The effect of nitric oxide in acute right heart syndrome

Annick Lavoie*, S. Bhorade, M. O'Connor, A. Pohlman, J. Hall

*Corresponding author for this work

Research output: Contribution to journalArticlepeer-review

Abstract

Purpose: Inhaled nitric oxide (NO), a selective pulmonary vasodilator, has been found to be beneficial in patients with adult respiratory distress syndrome (ARDS). Acute increases in pulmonary vascular resistance may also contribute to the hemodynamic compromise and hypoxia in patients with acute right heart syndrome. Inhaled NO may benefit these patients by reducing pulmonary vascular resistance and improving peripheral tissue oxygen delivery. We evaluated the effect of inhaled NO on twelve intubated patients with acute right heart syndrome documented by echocardiogram. Methods: Baseline systemic and pulmonary hemodynamic measurements including left ventricular stroke volume index (LV SVI), pulmonary vascular resistance (FVR), the ratio of arterial oxygen pressure to the fraction of inspired oxygen (PaO2/FIO2), and mixed venous oxygenation saturation (MVO2) were determined. Inhaled nitric oxide was then incrementally increased every twenty minutes from 5 ppm to 80 ppm and patients were titrated to the optimal dose of NO. All patients were monitored for potential toxicity of NO, NO2 and methemoglobin. Results: Table I demonstrates an improvement in hemodynamic status in five of eleven patients receiving NO. on NO SW DL CN OS WZ Δ PVR -128 -73 9 32 -177 (dynes)(s)(cm-5) Δ LVSVI 9.3 7.2 4.9 1.5 10 (ml/m2) Δ MVO2 (%) 5.0 28 5.0 11 12 Δ PaO2/FIO2 106 41 180 23 -22 (mmHg). Conclusions: Our findings suggest that inhaled NO may increase LVSVI and oxygen delivery in certain patients with acute right heart syndrome. The exact patient population to be benefited and the potential effect on survival needs to be further evaluated. Clinical Implication: Inhaled NO may benefit certain patients with acute right heart syndrome.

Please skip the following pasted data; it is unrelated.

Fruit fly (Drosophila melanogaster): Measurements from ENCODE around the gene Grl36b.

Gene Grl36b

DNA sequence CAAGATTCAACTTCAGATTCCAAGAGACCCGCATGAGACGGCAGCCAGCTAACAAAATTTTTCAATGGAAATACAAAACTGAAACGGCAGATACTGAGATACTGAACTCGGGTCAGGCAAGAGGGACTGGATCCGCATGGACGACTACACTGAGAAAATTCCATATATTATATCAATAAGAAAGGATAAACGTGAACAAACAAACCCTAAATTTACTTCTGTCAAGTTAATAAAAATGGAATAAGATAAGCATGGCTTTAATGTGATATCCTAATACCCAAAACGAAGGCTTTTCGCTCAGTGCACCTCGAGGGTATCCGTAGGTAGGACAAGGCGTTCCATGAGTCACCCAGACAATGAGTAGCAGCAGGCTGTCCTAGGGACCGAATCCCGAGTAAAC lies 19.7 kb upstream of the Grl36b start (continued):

Original languageEnglish (US)
JournalChest
Volume110
Issue number4 SUPPL.
StatePublished - Oct 1 1996

ASJC Scopus subject areas

  • Pulmonary and Respiratory Medicine
  • Critical Care and Intensive Care Medicine
  • Cardiology and Cardiovascular Medicine

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